Reasons for doing this are various, but can be summarized as a loss of interest driven partially by health issues.
At long last, Nintendo is loosening the reins on its intellectual property and developing games for devices that don't bear the company brand. Yesterday in the yearly financial results briefing, the video game giant outlined plans for bringing five games to mobile platforms by March of 2017, with the first title available by the end of this year.
This is great news for fans of Nintendo's many storied game franchises, and the news gets even better. Rather than making a hasty port of existing titles that may not be well adapted to touchscreen controls, the company plans on building the new games from the ground up to ensure that every title is a hit.
If you're looking forward to the next Terminator game, get in line – literally. The Play Store now allows customers to Pre-register for certain apps and games. The first title to receive this honor is Terminator Genisys: Revolution by Glu Mobile. No price or release date is listed on the app page, but the game will probably become available around the same time as the movie, which hits theaters on July 1st.
First seen in a teardown of the Play Store, Google is now allowing select publishers to put their apps and games for "pre-registration" before they are ready for sale.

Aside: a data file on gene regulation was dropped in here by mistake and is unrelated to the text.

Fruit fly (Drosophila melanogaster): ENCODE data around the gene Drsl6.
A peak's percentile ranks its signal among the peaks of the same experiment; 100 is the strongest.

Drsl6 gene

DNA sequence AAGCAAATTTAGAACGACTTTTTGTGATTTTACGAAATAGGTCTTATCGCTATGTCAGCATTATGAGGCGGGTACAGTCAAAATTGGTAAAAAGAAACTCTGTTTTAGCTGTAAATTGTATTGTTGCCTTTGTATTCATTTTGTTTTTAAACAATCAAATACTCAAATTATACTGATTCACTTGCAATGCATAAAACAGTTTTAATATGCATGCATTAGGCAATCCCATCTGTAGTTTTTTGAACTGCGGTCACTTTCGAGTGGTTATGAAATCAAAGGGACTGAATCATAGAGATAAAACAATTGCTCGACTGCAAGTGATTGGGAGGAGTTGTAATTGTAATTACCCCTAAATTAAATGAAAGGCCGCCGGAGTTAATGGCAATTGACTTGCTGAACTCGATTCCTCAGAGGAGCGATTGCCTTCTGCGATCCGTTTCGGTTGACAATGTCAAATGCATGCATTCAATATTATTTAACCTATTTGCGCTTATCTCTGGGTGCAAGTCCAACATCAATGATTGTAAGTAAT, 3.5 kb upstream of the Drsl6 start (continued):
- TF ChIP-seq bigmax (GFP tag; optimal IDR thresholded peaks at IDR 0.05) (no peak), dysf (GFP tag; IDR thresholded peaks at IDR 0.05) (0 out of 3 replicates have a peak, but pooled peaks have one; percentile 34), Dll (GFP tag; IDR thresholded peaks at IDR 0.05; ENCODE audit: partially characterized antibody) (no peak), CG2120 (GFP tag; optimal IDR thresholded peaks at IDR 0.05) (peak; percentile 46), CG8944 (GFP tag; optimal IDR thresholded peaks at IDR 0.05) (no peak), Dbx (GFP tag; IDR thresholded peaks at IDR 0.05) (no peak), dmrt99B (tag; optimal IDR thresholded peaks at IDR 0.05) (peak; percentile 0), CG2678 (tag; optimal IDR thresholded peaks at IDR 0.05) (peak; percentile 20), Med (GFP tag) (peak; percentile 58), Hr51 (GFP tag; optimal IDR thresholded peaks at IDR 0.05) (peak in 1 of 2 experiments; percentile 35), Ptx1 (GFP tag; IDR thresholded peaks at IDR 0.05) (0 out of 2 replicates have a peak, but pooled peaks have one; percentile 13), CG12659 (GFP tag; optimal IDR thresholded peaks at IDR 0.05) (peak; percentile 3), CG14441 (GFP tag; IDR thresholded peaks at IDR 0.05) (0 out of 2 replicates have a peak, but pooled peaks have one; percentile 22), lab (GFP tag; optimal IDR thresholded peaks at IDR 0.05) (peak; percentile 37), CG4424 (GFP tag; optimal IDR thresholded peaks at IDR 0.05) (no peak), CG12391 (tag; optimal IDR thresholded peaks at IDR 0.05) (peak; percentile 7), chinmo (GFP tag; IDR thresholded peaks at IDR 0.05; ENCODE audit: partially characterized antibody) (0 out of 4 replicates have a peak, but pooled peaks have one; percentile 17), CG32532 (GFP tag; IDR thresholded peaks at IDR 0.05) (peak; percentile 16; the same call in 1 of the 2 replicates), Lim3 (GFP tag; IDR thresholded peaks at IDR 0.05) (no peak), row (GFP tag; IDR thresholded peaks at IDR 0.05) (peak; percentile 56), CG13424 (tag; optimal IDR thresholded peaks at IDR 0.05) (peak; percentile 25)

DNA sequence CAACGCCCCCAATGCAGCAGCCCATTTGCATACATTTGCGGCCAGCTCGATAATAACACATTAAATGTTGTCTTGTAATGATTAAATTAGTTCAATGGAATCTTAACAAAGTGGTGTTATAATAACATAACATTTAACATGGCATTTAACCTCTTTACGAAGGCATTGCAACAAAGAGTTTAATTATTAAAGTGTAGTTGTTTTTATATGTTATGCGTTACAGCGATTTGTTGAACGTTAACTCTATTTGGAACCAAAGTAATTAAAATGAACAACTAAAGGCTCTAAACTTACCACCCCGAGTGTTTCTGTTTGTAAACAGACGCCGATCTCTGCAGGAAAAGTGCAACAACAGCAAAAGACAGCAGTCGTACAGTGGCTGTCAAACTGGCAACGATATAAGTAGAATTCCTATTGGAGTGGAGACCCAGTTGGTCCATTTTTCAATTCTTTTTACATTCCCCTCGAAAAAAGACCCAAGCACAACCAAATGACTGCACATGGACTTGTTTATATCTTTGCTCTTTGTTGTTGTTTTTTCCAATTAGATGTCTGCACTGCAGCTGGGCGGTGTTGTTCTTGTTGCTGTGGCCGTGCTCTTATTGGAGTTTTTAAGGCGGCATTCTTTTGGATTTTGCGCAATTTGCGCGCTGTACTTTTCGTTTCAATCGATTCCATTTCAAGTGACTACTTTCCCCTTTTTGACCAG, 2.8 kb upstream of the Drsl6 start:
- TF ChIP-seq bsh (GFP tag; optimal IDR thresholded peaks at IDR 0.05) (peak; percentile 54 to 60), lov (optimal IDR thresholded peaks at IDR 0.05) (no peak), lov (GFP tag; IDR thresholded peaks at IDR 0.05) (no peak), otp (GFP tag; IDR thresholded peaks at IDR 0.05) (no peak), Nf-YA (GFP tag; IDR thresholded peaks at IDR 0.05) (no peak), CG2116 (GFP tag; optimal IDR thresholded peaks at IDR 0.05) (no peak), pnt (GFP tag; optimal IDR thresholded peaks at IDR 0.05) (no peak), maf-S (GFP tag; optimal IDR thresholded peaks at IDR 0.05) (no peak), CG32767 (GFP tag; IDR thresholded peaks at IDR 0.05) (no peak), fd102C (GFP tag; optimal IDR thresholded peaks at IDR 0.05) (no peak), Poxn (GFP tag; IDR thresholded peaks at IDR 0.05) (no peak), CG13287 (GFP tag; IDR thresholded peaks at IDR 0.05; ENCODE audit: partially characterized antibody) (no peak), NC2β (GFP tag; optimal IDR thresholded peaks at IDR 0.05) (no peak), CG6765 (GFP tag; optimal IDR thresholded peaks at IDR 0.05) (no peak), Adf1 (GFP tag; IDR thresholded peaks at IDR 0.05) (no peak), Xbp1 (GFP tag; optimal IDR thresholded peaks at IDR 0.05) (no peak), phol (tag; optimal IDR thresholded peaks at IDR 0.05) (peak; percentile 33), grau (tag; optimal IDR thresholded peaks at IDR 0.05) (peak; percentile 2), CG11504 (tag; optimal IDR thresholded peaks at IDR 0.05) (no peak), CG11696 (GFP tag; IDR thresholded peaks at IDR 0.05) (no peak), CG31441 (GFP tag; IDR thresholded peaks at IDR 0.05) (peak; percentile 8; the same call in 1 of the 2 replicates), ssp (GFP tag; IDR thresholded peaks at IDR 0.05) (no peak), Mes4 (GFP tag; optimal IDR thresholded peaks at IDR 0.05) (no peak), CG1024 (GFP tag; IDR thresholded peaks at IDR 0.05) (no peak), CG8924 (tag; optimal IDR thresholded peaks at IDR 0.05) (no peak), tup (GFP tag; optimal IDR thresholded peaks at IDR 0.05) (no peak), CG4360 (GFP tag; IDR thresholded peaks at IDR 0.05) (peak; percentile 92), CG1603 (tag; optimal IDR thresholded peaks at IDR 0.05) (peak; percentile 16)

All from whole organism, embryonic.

Android Wear is designed to make sense for a tiny screen that's going to be on your wrist. Everything is handled with large buttons, swipes, and gestures. Macintosh System 6, on the other hand, has tiny buttons and requires a mouse. You'd never really want to run it on a smartwatch, but you can. Corbin Davenport is here to prove it.
Google's search engine first attracted users because it was a fast and useful way to find the information. The faster you send users away, the faster they come back, the thinking went. These days Google has no shortage of services to keep us from ever leaving its servers. But some new features keep that original vibe of Google-y awesomeness. This latest addition to Search is one such feature.
Now when you search for a local restaurant, Google will show the option to place an order. Hitting this button will ask for your preferred delivery service and then pull up the appropriate website.
This feature is only available in the US, and for now it's limited to six partners: BeyondMenu, Delivery.com, Eat24, Grubhub, MyPizza.com, and Seamless.
Last Wednesday Google updated Play Music to version 5.9. We tore into it as we are wont to do, but we found nothing in the way of user-facing changes (though we did see code that hints at a future way to handle when two or more devices try to use the same Chromecast at once). Google has pushed out two other 5.9 updates since then, and now we have a changelog.
What Was New
According to Google, this update fixed an issue where users couldn't play downloaded music after switching into airplane modedownloaded music wouldn't play until after switching to airplane mode (edit: thanks, BillyGardiner).